Today’s market for home buying is INSANE! It seems like everyone is really up for taking on this challenge with continuing record low rates. This makes me so happy because it’s giving so many of us in communities of color an opportunity at home ownership! Especially for those buying our families’ first homes, it is something to be incredibly proud of yourself for. I don’t know about most of you, but going on this venture was hands down one of the most stressful, intimidating, and daunting experiences I had ever embarked on.

(finally) Happily in my new home!

For those of you in the same boat, I’d like to share some tips on what you’ll want to have prepared and be on the lookout for to be as well prepared as possible for what’s to come. I am starting after your pre-approval just heads up, so if you haven’t yet, find a lender and make sure you know what your budget is before going on a search that may not end up so well.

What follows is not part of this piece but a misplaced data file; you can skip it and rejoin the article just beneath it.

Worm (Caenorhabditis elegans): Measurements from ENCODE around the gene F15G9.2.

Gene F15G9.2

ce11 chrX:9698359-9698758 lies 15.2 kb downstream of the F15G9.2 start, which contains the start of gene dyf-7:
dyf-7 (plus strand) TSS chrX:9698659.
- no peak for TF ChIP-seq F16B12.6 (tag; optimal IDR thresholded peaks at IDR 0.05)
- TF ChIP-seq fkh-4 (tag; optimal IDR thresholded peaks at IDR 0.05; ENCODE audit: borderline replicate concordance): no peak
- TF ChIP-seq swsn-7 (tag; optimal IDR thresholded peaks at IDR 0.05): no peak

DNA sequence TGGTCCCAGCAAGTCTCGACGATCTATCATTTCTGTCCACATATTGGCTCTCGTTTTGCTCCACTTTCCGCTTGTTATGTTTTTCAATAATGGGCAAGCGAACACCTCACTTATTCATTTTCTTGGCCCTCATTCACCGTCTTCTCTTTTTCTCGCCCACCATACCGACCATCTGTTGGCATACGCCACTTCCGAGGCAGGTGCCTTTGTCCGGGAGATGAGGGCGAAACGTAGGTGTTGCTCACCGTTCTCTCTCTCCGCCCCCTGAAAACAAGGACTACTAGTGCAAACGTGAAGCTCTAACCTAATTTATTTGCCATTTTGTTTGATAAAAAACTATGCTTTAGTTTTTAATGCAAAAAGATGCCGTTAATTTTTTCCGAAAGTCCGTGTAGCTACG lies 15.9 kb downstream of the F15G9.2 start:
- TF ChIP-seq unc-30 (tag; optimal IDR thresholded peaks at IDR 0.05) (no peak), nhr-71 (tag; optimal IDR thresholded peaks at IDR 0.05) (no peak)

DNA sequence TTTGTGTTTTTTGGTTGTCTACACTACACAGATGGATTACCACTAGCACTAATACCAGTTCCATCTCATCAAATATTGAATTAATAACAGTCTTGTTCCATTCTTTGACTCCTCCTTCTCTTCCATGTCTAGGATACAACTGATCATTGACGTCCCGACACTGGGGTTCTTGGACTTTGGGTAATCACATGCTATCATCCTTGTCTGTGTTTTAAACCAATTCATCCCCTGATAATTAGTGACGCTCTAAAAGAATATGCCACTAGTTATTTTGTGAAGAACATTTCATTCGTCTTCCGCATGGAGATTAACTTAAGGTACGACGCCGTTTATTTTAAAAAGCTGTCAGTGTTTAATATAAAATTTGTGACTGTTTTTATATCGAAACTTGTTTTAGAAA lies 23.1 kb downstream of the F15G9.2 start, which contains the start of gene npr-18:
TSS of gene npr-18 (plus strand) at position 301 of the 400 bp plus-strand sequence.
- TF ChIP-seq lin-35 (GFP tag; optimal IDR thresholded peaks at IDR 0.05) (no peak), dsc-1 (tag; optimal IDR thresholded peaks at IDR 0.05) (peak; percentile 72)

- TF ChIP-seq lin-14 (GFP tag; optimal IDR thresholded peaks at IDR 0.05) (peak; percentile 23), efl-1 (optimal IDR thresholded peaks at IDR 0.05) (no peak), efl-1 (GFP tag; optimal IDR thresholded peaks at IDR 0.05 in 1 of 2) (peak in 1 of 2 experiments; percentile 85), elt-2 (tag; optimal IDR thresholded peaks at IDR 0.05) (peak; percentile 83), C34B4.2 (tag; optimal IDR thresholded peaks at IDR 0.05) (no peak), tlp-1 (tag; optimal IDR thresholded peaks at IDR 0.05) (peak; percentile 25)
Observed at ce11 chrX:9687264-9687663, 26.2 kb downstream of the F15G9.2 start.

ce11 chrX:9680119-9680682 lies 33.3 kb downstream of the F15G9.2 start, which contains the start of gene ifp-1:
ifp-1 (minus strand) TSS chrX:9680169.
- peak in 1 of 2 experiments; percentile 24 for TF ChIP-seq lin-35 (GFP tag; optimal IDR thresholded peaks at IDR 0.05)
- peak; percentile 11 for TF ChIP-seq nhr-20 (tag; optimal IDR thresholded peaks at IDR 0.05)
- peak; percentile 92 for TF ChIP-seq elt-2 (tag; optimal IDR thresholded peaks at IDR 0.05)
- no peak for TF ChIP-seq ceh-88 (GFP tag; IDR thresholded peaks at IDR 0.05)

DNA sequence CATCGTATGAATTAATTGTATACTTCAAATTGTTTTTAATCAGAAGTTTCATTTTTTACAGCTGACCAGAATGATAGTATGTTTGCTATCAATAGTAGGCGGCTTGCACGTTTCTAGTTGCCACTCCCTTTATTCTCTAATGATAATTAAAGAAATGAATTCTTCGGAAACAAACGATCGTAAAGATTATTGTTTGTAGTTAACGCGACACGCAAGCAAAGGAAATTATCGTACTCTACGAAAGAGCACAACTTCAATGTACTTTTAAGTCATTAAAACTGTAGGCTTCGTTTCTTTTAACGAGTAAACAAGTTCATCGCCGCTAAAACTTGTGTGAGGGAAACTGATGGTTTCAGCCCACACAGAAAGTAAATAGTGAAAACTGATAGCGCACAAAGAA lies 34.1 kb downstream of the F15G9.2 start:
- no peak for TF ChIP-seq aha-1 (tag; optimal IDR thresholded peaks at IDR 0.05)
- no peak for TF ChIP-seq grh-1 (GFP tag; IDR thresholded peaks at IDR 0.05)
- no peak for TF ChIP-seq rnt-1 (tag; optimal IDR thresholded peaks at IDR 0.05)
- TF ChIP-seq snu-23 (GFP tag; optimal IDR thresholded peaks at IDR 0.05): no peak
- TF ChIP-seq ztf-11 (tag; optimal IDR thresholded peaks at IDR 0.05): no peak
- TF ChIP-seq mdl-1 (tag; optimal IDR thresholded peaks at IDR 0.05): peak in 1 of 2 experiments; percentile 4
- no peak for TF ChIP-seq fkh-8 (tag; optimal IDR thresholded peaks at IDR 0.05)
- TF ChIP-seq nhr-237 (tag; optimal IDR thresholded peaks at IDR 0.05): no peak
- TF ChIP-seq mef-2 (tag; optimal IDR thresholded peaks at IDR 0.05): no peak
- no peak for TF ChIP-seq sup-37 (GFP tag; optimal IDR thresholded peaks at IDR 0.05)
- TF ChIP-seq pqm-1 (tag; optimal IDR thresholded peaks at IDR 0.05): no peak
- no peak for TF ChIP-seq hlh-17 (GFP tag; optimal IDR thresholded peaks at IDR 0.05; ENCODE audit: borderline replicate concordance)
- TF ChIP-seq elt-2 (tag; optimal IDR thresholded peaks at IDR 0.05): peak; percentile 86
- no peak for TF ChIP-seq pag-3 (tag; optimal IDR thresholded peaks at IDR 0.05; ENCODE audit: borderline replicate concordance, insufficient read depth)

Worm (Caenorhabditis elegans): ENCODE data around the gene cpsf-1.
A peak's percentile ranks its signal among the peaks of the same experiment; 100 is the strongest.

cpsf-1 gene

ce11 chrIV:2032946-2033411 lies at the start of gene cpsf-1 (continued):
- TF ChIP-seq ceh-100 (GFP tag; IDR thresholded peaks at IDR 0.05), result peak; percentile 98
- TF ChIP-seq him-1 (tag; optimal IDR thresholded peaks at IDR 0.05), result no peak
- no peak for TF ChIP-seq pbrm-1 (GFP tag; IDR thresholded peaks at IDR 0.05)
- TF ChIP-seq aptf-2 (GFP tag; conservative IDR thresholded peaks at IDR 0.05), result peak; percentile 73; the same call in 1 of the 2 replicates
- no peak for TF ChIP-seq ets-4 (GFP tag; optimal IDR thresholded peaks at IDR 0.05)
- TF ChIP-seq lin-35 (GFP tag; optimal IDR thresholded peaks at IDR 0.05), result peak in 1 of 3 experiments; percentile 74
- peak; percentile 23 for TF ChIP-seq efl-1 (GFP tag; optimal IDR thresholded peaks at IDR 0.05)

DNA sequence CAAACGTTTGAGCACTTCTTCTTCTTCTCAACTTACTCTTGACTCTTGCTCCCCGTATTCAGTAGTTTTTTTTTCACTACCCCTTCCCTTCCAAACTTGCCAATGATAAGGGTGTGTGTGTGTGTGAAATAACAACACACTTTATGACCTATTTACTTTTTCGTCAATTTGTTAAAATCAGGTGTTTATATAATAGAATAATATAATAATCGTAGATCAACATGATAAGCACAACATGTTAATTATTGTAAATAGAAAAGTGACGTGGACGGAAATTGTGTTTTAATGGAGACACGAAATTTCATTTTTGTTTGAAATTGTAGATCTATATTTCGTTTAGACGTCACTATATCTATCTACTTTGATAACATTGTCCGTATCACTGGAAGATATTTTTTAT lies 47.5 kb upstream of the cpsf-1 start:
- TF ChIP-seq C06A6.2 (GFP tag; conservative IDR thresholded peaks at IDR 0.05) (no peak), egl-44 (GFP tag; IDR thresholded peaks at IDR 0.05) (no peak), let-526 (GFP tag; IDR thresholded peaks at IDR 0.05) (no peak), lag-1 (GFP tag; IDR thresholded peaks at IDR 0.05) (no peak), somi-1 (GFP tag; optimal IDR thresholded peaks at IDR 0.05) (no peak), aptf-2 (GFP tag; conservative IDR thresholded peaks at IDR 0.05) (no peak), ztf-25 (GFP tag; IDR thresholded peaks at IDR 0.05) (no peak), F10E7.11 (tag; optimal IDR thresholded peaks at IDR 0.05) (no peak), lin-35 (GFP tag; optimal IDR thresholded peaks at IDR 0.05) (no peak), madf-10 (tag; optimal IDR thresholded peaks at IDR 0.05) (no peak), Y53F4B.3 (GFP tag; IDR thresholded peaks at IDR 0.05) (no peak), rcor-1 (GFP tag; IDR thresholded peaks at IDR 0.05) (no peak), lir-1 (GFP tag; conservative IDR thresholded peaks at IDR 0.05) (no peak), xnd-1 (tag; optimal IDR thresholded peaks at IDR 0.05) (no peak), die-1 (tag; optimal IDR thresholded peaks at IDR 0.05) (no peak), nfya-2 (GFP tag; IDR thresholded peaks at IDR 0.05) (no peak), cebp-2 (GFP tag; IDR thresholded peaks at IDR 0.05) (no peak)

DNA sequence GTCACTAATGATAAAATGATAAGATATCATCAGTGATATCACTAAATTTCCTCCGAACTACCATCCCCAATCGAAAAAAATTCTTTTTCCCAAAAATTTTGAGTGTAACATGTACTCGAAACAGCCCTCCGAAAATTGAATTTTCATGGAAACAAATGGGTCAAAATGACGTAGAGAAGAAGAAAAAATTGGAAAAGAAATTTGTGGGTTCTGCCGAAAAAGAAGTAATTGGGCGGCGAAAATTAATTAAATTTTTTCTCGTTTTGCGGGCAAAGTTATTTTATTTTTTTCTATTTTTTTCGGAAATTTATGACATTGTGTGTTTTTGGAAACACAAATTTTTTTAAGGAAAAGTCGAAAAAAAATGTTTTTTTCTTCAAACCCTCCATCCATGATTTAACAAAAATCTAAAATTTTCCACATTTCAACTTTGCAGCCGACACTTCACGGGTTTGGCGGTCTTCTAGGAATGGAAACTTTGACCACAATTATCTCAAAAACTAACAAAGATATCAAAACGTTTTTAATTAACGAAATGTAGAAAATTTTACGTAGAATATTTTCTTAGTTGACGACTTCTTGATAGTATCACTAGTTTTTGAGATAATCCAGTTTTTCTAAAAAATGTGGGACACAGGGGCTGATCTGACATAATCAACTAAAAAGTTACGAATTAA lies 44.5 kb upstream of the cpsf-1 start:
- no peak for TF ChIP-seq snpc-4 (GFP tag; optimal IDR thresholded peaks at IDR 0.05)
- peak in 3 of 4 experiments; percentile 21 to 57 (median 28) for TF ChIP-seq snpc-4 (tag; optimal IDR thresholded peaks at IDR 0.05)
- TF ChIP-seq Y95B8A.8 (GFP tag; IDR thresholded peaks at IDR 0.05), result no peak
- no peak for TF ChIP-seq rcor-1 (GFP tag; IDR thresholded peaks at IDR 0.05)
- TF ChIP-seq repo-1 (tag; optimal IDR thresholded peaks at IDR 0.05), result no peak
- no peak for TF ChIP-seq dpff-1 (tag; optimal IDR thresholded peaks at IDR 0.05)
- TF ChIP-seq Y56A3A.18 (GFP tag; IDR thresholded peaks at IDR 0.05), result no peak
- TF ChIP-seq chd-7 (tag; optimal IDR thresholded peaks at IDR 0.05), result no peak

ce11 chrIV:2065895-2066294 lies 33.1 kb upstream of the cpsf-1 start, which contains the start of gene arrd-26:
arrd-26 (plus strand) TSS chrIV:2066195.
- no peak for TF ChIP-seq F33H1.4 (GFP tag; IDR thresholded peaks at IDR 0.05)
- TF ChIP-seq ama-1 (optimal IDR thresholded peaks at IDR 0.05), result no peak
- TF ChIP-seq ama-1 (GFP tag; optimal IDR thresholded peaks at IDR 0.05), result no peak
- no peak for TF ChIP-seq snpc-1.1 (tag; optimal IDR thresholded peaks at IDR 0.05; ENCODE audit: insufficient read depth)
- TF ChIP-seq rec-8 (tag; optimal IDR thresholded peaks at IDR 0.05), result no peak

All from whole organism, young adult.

1. Find a home inspector, and if you are buying an older home (anything before 2000), a GREAT plumber. Before you rush to Google the ones with top reviews (a good start), let me share a bit on my mistakes. While yes, Google helps, you also want to take the time to ask these vendors some filtering questions so you can be sure that they are a good fit for YOU. Do you have an engineering/construction etc. background and don’t need to have your handheld through the inspection OR are you clueless when it comes to homes and repairs? Will having someone with the patience to explain the issues found in the house be beneficial for you? Before choosing a vendor, ask how they feel about your current situation and the time you think you may need. Once you have those details, then make a decision.